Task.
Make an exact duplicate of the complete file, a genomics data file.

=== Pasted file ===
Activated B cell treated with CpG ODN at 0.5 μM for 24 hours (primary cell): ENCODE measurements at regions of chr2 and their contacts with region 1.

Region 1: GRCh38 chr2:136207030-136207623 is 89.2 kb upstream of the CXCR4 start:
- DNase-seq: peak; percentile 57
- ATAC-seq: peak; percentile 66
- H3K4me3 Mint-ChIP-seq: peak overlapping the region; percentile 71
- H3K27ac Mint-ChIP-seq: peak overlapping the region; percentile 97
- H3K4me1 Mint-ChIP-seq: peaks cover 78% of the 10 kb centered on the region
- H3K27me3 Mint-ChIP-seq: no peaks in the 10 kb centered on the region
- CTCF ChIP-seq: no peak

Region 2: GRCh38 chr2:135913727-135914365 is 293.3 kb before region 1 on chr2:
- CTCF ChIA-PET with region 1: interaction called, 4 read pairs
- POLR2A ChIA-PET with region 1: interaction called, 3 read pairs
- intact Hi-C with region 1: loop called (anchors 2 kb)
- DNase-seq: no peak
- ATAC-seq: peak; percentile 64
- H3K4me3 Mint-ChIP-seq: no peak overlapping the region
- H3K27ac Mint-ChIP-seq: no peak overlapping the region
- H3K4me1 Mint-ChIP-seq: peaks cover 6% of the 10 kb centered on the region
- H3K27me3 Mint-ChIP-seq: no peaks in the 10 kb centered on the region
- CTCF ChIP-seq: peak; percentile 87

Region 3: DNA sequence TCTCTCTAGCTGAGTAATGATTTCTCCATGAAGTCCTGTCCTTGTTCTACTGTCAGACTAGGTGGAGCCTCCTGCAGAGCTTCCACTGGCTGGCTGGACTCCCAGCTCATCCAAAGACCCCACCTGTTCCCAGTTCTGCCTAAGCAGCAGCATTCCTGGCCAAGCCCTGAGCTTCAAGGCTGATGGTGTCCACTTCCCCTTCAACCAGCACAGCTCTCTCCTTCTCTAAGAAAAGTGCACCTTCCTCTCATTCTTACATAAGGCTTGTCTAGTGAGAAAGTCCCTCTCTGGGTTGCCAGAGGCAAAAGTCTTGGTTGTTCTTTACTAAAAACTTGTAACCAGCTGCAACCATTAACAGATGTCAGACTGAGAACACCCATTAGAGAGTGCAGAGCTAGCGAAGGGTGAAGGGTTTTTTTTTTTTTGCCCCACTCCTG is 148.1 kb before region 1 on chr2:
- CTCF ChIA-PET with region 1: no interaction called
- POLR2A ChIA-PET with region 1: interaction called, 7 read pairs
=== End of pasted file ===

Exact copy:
Activated B cell treated with CpG ODN at 0.5 μM for 24 hours (primary cell): ENCODE measurements at regions of chr2 and their contacts with region 1.

Region 1: GRCh38 chr2:136207030-136207623 is 89.2 kb upstream of the CXCR4 start:
- DNase-seq: peak; percentile 57
- ATAC-seq: peak; percentile 66
- H3K4me3 Mint-ChIP-seq: peak overlapping the region; percentile 71
- H3K27ac Mint-ChIP-seq: peak overlapping the region; percentile 97
- H3K4me1 Mint-ChIP-seq: peaks cover 78% of the 10 kb centered on the region
- H3K27me3 Mint-ChIP-seq: no peaks in the 10 kb centered on the region
- CTCF ChIP-seq: no peak

Region 2: GRCh38 chr2:135913727-135914365 is 293.3 kb before region 1 on chr2:
- CTCF ChIA-PET with region 1: interaction called, 4 read pairs
- POLR2A ChIA-PET with region 1: interaction called, 3 read pairs
- intact Hi-C with region 1: loop called (anchors 2 kb)
- DNase-seq: no peak
- ATAC-seq: peak; percentile 64
- H3K4me3 Mint-ChIP-seq: no peak overlapping the region
- H3K27ac Mint-ChIP-seq: no peak overlapping the region
- H3K4me1 Mint-ChIP-seq: peaks cover 6% of the 10 kb centered on the region
- H3K27me3 Mint-ChIP-seq: no peaks in the 10 kb centered on the region
- CTCF ChIP-seq: peak; percentile 87

Region 3: DNA sequence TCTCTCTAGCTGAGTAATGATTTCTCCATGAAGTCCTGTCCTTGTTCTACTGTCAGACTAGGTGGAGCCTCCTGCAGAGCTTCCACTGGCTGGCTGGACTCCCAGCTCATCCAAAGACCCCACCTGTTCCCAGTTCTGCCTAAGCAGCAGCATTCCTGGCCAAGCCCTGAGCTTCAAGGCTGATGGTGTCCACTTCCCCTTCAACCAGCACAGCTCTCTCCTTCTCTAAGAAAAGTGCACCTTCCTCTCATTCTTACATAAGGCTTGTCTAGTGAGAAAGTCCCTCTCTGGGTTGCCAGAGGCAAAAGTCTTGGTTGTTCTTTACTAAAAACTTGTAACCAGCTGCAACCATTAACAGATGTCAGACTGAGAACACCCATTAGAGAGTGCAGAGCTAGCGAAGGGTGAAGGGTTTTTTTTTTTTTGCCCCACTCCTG is 148.1 kb before region 1 on chr2:
- CTCF ChIA-PET with region 1: no interaction called
- POLR2A ChIA-PET with region 1: interaction called, 7 read pairs